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Understanding Credit Scores – the full story

Understanding Credit Scores

Recent media reports on changes in credit card legislation and tighter underwriting standards for lending have focused attention on credit scores as a measurement of credit risk.

As reported, banks and lenders are seeking to reduce their reserve requirements and risks by closing consumer credit card accounts, reducing credit line limits and/or raising rates. Taking actions such as these can have an unintentional effect of lowering consumers’ credit scores, affecting even those with a history of excellent scores and timely payments. A lower credit score can, in turn, hinder the consumer’s ability to get new credit and/or credit at an acceptable rate.

Credit scoring is used by lenders, insurers, employers, and landlords as a predictive model of credit risk. Included as a part of comprehensive tenant screenings, the credit score is a tool to help the landlord minimize the financial impact a bad tenant would impose on his business. The key is to understand the factors that comprise a risk assessment score and how changes in overall financial policies and regulations compounded by consumer choices can impact the score.

Reviewing the basics of credit scoring may be helpful to ensure your credit policies are adequate for your business in a changing and possibly difficult economy.

What is a credit score?

The mostly commonly used credit scores are FICO scores as developed by Fair Issac Corporation. There are actually three FICO scores, one for each of the three credit major credit reporting agencies – Experian, Equifax, and TransUnion.

Credit scores may be different at each credit reporting agency since the FICO score considers only the data in the credit report at that agency.

A credit score is calculated using a mathematical equation that evaluates information contained in the consumer’s credit file compared to patterns in millions of other credit files. The credit score number helps creditors assess consumer credit risk. It represents a snapshot analysis of a consumer’s credit history at a fixed point in time.

For a FICO score to be calculated the credit report must contain at least one account which has been open for at least six months and each report must contain at least one account that has been updated in the past six months.

A credit score is objective in that, by law, a score may not take into consideration race, color, religion, national origin, sex, marital status, receipt of public assistance, or the exercise of any consumer right under the Consumer Credit Protection Act. A credit score does not consider age, occupation, sources of income, employment history, residence, interest rates on credit accounts or family support obligations (unless support obligations are a matter of adverse public records).

While a Social Security number and date of birth are needed to order a scored credit report, this information, while identifying, is not factored in the credit scoring model.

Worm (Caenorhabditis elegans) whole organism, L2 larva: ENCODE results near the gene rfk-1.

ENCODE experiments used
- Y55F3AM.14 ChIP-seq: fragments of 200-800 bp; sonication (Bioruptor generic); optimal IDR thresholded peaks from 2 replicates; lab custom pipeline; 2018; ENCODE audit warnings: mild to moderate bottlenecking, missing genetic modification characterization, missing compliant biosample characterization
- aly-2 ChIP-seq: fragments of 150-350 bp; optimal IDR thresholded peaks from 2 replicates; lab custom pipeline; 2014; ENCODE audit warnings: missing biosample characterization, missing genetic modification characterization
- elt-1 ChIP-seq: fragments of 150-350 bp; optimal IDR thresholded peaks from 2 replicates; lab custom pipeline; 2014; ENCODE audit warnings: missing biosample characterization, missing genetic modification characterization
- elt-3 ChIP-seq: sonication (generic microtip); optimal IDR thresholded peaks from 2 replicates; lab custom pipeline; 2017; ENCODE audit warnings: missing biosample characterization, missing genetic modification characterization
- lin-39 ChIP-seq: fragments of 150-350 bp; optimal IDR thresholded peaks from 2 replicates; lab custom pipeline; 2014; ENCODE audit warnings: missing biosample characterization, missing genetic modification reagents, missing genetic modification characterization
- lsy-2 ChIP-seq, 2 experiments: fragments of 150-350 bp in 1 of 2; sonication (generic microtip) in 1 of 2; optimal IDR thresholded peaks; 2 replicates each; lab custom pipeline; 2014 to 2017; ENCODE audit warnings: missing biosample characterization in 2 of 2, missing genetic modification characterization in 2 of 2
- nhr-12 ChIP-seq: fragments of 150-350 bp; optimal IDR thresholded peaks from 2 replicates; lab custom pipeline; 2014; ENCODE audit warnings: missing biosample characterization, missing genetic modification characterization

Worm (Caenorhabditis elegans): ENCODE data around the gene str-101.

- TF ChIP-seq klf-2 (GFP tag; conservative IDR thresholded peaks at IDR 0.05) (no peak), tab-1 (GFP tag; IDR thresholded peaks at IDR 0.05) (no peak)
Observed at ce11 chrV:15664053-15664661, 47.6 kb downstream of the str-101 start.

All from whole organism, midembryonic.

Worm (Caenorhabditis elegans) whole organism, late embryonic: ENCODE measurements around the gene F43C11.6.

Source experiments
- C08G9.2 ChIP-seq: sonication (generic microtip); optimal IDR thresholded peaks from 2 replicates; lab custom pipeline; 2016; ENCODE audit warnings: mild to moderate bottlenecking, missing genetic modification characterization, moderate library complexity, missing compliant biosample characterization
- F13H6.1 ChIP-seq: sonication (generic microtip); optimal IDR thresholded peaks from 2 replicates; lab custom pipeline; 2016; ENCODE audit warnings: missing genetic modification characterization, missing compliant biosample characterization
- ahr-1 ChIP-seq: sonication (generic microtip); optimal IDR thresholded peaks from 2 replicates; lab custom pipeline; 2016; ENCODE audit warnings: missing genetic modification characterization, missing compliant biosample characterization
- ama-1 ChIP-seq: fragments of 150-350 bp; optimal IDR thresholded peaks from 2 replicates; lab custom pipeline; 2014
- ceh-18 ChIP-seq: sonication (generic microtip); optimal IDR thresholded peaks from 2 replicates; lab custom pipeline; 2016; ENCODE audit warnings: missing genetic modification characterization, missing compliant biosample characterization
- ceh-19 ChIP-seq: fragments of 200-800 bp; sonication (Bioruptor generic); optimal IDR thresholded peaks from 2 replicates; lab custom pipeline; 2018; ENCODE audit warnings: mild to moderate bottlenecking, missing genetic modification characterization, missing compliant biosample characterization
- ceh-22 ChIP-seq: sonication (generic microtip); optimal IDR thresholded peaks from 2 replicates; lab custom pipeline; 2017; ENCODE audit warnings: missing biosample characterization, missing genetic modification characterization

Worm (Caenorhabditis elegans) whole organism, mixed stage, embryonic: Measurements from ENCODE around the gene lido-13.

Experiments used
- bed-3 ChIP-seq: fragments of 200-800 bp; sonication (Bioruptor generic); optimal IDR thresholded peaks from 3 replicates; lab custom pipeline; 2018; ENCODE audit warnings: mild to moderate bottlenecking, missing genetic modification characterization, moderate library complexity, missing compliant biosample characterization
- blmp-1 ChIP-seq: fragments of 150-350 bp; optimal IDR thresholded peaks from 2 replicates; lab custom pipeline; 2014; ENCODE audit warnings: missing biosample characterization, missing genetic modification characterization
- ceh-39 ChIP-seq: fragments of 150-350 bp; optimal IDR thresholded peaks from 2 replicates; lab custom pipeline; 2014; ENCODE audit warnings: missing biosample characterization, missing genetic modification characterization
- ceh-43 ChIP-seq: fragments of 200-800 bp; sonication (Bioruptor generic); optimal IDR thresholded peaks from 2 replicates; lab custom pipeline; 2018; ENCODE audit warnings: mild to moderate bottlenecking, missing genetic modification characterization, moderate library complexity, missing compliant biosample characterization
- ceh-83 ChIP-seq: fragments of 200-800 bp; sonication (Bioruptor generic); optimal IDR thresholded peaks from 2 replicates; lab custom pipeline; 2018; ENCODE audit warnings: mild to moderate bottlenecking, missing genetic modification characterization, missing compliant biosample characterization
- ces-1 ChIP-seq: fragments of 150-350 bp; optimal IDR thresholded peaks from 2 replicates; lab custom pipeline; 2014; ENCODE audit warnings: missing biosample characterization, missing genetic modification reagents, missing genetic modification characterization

Scores will and do change over time as consumers act and react to their specific financial events. Scores can be lower as a result of bankruptcies, judgments, liens, foreclosures, unemployment, increased credit card debt, and missed or late payments.

Credit scores will lag behind changes in the economy since it takes a while for the consumer’s credit actions to be reported and correspondingly rated. This is important to note because while your applicant may qualify now for tenancy with a high credit score, in reality, his score may become significantly lower as missed payments or higher spending amounts catch up to his record. In effect, if you were to run his credit again, you might find he could not qualify under your current credit standards. This is one of the reasons we recommend thorough tenant screenings and not simply rely upon just one number on which to base your rental decision.

FICO scores range from a low of 300 to a high of 850. The three digit number represents the degree of credit risk, i.e. the likelihood of repayment. The higher the score, the less of a credit risk.

There is no single magic cutoff number that major lenders use in their decisions to extend credit. This is a consideration that landlords should keep in mind in creating their own credit policies. In the past, the landlord, armed with his “magic number,” felt reasonably sure that applicants meeting that number were “good enough” for their selection as tenants. However, yesterday’s magic number may not be adequate in light of today’s shifting economy.

Minimum qualifying scores must take into account the potential applicant for the particular rental unit, the local market conditions, and the economy in general.

If your credit policy calls for a number close to “perfect” you may have set too high a standard and effectively limited your applicant pool. Those applicants who could have easily met that requirement in the past may now need to look elsewhere. This is particularly true at this time in history when many otherwise good tenants have had credit scores reduced through no fault of their own, as discussed above second paragraph.

5 Factors of a Credit Score

A FICO score takes into consideration the information contained in the credit file along with a generalized level of importance. The score is an analysis based upon the following five categories of information and the category’s degree of importance. The categories are: